To act or not to act? Developments in prenatal and postnatal care for children with spina bifida aperta Until the middle of the twentieth century, newborns with spina bifida aperta had low chances of survival. Advances in the treatment of hydrocephalus, among other conditions, led to increased chances of survival during the 1960s. This also revealed the downsides of the treatment of spina bifida patients since some considered the quality of life of a number of these patients to be unacceptable. But withholding treatment also had negative consequences, leading to an ethical deadlock. Over the past thirty years - besides postnatal closure of the neural tube defect - more emphasis has been put on selective pregnancy termination and sporadic active termination of life in newborns with very severe forms of spina bifida. At the same time, new treatment strategies, such as foetal surgery, are being developed. With this historical overview, we illustrate the way in which technological developments and ethical dilemmas are constantly affecting each other.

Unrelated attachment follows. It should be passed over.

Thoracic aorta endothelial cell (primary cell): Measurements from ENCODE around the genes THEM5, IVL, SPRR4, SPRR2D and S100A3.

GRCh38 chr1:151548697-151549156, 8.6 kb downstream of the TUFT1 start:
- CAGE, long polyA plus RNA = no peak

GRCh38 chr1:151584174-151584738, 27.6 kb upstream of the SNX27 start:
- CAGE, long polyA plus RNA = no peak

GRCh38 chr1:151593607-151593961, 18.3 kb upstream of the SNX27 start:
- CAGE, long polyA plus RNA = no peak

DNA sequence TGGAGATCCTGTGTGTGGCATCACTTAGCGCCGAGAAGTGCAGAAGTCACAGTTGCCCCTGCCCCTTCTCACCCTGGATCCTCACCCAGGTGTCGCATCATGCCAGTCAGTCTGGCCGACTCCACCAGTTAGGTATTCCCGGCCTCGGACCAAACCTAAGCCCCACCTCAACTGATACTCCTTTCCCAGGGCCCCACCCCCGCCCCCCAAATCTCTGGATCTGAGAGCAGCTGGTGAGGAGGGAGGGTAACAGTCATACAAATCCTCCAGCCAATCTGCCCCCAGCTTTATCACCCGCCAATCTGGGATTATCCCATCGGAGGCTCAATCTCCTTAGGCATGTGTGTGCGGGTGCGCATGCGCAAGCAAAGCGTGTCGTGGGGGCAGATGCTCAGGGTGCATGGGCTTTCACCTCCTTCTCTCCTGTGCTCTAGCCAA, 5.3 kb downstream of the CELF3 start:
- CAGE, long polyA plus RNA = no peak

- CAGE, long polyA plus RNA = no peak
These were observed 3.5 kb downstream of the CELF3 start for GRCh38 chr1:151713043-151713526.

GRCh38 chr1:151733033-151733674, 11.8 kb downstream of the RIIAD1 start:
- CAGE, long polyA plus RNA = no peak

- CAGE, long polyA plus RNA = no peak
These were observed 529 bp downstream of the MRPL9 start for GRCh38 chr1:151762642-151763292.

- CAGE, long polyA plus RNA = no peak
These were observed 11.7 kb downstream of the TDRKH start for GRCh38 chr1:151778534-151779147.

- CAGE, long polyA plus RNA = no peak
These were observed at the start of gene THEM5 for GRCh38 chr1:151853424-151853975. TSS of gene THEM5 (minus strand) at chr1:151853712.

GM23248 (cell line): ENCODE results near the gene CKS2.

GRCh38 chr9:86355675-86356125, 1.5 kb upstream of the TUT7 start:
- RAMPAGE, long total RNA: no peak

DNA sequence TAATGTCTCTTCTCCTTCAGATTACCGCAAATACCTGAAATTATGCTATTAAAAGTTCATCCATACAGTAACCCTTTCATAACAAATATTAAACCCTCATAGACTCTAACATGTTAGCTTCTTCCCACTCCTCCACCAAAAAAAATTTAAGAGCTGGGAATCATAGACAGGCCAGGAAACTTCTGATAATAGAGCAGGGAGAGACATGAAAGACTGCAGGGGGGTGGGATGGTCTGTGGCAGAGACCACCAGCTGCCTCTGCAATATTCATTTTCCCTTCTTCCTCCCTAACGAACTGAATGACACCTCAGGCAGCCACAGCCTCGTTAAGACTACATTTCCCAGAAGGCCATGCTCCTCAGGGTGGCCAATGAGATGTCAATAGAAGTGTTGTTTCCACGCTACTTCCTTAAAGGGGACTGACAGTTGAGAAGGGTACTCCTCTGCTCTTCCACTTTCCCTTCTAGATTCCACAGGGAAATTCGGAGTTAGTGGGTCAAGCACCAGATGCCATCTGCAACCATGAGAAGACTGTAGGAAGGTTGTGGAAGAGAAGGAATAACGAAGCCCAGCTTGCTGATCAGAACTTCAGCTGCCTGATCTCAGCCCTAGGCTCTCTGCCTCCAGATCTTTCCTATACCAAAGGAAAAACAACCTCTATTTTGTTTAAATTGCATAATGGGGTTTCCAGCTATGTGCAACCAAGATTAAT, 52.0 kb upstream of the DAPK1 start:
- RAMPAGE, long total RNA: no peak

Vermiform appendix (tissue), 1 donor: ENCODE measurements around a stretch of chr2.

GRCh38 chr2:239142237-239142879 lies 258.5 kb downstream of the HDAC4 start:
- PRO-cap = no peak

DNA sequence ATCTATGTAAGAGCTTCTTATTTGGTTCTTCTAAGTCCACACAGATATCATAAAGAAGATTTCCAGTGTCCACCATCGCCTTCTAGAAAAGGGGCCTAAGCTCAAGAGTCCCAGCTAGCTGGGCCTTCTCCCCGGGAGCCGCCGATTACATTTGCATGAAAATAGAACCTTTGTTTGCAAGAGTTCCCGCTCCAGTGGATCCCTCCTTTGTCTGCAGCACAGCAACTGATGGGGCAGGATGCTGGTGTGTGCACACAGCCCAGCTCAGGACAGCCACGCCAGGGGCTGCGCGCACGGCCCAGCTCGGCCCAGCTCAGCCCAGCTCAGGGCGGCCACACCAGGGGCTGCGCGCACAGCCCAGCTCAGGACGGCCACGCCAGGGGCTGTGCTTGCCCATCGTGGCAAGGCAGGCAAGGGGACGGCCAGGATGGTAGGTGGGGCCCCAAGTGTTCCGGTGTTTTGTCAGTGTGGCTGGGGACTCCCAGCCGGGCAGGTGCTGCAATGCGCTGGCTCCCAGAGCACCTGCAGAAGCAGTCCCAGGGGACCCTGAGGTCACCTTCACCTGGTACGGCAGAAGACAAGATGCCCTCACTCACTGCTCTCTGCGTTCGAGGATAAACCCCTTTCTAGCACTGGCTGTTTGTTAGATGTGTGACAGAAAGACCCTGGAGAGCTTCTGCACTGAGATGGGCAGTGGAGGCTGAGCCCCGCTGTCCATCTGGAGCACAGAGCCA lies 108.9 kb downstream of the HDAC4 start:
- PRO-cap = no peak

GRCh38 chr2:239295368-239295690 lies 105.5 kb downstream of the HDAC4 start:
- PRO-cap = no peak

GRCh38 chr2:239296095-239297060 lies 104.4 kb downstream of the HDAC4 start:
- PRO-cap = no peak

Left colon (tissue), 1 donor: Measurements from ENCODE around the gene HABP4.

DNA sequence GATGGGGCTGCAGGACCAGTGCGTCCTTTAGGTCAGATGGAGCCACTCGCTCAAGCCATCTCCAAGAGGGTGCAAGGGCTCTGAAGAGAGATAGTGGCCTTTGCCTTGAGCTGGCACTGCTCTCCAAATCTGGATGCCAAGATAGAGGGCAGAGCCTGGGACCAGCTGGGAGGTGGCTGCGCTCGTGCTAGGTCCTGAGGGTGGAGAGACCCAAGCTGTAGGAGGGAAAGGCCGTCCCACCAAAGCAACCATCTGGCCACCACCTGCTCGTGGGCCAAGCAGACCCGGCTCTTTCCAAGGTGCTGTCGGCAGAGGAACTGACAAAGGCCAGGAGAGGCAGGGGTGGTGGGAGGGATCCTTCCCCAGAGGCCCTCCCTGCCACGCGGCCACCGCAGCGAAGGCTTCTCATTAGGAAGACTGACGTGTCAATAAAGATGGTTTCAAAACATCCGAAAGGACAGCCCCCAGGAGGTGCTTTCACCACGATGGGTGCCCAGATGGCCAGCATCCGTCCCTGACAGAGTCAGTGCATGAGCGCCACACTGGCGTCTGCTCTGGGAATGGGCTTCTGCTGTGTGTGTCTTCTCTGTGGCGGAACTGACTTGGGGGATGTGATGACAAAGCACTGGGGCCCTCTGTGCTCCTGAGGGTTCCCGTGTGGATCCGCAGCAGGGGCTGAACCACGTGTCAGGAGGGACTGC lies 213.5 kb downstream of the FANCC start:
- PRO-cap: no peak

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Journal Nederlands Tijdschrift voor Geneeskunde
Lutters, B.T.H. (Bart T H), Spoor, J.K.H, de Jong, A.A.W, Kompanje, E.J.O. (Erwin J O), Verhagen, A.A.E. (A A Eduard), Brouwer, O.F. (Oebo F.), & Groen, R. (2019). Handelen of niet handelen? Ontwikkelingen in de pre-en postnatale zorg voor kinderen met Spina Bifida Aperta. Nederlands Tijdschrift voor Geneeskunde, 163. Retrieved from